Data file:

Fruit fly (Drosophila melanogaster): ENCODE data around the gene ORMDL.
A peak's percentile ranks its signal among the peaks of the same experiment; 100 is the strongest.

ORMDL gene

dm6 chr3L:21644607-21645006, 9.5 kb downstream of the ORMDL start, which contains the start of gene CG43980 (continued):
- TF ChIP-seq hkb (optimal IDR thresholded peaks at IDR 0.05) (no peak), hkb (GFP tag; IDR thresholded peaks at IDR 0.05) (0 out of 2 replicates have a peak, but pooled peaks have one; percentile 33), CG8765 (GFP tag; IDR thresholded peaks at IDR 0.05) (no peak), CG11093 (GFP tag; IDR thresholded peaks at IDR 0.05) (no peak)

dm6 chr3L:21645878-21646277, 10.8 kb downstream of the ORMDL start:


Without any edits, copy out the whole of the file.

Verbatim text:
Fruit fly (Drosophila melanogaster): ENCODE data around the gene ORMDL.
A peak's percentile ranks its signal among the peaks of the same experiment; 100 is the strongest.

ORMDL gene

dm6 chr3L:21644607-21645006, 9.5 kb downstream of the ORMDL start, which contains the start of gene CG43980 (continued):
- TF ChIP-seq hkb (optimal IDR thresholded peaks at IDR 0.05) (no peak), hkb (GFP tag; IDR thresholded peaks at IDR 0.05) (0 out of 2 replicates have a peak, but pooled peaks have one; percentile 33), CG8765 (GFP tag; IDR thresholded peaks at IDR 0.05) (no peak), CG11093 (GFP tag; IDR thresholded peaks at IDR 0.05) (no peak)

dm6 chr3L:21645878-21646277, 10.8 kb downstream of the ORMDL start: